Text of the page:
Hi everyone, Elizabeth DiLuzio here. I’m the newest AEA365 curator and Manager of Evaluation and Strategy at Good Shepherd Services in NYC. Today, I want to share a semi-new approach to impact evaluation called lean data.
The use case for a lean data approach is quite compelling: it’s a decision-making tool for when time and money are short and there is a pressing need to make rapid operational decisions. Who of us hasn’t been in that position before? The lean data approach can also help if you feel most of your time is spent satisfying funder requirements, or if the data collection process is so lengthy that any findings are irrelevant by the time you share them with program staff.
But what exactly is this seeming panacea? Let’s take a closer look.
What is it?
Lean data is a survey approach to measuring and managing a program’s impact that was first piloted by Acumen in 2014. A lean data approach does not replace but rather complements your current impact evaluation method(s). It applies three lean experimentation principles:
- Customer First – goodbye compliance mindset, hello value for customers and program staff
- Low-Cost Technology – finding ways to harness technology to create rapid feedback loops
- Data-Driven Decision Making – asking the essential questions that, when answered, can aid in deciding on next steps
How does it work?
Rather than taking a “what data do we need?” approach, lean data takes a “what am I trying to accomplish and what information would help me to get there?” approach. The whole process consists of 4 stages:
- Get Started. In this stage, you will identify the impact you are trying to achieve and what information you need in order to get there.
- Choose Your Technology. Here, you’ll want to choose the type of data collection technology that works the best for your population.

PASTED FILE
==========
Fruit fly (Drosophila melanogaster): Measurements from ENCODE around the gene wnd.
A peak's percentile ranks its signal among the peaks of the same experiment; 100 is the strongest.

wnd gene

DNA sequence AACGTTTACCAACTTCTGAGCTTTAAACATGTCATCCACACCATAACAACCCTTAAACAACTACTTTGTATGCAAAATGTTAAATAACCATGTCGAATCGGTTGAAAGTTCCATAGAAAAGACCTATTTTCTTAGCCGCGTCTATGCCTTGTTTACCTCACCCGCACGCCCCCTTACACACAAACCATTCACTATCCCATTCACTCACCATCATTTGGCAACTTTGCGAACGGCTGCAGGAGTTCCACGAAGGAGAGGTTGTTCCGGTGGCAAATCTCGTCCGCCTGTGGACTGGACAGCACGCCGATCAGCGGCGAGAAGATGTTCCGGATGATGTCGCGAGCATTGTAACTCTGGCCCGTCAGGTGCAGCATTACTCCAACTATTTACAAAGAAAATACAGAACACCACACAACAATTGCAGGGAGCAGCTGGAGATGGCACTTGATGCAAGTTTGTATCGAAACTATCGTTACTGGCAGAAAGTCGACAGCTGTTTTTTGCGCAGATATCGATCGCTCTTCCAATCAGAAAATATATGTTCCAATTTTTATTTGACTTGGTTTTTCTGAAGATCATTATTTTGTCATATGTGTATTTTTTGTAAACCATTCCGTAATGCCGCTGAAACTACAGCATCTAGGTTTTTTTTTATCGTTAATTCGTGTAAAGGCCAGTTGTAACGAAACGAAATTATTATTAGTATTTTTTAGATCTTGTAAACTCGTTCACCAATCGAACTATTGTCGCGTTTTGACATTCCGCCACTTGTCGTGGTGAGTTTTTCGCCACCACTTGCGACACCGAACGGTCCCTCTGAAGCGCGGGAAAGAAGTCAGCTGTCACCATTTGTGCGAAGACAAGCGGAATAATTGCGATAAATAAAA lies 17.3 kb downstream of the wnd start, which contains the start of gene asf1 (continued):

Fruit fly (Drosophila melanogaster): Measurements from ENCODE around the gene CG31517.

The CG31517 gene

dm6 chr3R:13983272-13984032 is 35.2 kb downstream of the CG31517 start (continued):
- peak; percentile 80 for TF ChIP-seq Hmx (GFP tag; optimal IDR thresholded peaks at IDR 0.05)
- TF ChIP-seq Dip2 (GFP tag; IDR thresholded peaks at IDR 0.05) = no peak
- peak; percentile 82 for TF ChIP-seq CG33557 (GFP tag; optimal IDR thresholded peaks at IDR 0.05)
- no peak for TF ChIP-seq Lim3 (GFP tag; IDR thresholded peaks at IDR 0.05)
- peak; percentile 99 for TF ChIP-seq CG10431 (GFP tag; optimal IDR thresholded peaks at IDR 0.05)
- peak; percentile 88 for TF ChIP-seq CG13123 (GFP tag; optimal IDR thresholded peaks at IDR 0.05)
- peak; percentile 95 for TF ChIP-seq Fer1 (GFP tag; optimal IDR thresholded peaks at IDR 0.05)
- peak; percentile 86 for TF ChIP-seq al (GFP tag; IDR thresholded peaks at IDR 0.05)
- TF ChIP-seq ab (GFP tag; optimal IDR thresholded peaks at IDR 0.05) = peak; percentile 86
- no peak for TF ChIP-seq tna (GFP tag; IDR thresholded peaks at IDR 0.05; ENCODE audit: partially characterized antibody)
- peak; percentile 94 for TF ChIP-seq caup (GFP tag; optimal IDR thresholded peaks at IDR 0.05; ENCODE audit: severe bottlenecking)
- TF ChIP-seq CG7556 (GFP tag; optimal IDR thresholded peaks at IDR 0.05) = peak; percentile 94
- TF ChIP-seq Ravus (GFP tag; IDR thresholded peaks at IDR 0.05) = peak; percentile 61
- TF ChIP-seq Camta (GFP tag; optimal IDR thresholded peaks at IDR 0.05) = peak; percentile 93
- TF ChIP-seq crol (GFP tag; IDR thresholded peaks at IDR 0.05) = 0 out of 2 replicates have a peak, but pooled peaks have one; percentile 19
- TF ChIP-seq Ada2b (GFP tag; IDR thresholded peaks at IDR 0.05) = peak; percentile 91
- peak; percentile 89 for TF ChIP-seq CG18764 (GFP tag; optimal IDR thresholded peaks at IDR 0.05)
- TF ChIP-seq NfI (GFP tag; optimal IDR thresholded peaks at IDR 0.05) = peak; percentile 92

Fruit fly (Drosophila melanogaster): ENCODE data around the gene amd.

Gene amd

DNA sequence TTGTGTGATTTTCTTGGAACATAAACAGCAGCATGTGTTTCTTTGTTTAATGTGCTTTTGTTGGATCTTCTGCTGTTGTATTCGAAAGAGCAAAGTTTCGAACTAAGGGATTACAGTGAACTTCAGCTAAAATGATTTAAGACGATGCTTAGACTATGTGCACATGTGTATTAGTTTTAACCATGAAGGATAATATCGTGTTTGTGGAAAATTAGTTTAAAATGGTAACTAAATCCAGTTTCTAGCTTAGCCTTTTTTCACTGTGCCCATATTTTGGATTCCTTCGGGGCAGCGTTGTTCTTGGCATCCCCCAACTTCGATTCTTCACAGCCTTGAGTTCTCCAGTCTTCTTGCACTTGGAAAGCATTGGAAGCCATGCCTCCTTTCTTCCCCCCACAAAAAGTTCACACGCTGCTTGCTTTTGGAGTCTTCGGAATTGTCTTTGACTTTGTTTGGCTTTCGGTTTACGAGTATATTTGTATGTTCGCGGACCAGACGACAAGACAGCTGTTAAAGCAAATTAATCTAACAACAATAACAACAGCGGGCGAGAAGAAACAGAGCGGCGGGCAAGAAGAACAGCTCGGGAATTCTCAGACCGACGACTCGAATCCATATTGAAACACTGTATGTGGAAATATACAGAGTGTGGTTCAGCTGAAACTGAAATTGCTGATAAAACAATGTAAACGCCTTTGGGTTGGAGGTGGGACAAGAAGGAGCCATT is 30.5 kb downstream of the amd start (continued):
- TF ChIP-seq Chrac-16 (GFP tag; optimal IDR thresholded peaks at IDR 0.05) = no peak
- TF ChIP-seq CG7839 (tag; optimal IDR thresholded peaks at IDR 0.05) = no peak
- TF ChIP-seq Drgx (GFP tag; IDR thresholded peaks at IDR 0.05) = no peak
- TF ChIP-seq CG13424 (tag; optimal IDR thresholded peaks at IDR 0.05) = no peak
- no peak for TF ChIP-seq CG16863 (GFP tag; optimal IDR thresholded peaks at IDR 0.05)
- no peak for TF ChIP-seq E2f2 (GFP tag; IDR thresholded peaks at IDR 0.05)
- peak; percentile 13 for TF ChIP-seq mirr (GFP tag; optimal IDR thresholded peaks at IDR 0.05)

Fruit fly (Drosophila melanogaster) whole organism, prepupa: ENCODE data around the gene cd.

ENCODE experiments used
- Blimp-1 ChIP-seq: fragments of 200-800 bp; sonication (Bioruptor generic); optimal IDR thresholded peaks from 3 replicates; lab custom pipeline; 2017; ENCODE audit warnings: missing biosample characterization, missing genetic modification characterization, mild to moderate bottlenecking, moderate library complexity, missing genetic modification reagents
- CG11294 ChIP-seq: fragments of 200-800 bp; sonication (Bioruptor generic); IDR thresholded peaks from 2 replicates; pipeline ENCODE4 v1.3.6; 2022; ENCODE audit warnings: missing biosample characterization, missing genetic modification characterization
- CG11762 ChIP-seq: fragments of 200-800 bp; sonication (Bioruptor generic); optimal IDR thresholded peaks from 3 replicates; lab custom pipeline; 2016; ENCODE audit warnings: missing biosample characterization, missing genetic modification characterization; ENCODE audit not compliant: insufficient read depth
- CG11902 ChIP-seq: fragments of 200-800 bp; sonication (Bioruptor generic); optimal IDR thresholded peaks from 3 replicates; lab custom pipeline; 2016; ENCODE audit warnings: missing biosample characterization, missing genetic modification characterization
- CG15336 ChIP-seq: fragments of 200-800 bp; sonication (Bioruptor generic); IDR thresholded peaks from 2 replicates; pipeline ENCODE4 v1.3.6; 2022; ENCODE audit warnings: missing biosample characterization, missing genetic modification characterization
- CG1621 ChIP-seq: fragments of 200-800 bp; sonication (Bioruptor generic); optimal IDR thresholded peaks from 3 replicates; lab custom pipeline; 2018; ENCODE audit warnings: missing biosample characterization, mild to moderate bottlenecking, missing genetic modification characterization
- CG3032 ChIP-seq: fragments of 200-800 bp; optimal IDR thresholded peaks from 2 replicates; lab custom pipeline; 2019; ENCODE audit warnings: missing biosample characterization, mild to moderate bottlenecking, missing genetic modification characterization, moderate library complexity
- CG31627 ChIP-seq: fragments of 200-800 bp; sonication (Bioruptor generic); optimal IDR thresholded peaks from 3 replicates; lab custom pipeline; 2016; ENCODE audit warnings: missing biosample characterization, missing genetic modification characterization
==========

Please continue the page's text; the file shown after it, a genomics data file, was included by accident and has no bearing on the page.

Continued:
- Choose Your Questions and Method. When identifying or creating your questions, be sure that each is relevant to what you need to know, and that the response you receive will drive some type of action. When it comes to methods, you’ll want to map out the program’s user journey in order to pinpoint the times that staff are already in contact with your surveyees. Any of those moments, called touchpoints, are when your questions can be embedded into already existing operations. This is designed to lessen the burden on the clients and staff.
- Take Action. This might be the most important stage! The purpose of this approach is to inform a concrete decision, so be sure to take action once you get the information you need.
Wondering how this approach looks in action? Stay tuned for my next blog on Saturday, December 7th where we will explore a couple of case studies. See you then!
Do you have questions, concerns, kudos, or content to extend this aea365 contribution? Please add them in the comments section for this post on the aea365 webpage so that we may enrich our community of practice. Would you like to submit an aea365 Tip? Please send a note of interest to email@example.com. aea365 is sponsored by the American Evaluation Association and provides a Tip-a-Day by and for evaluators.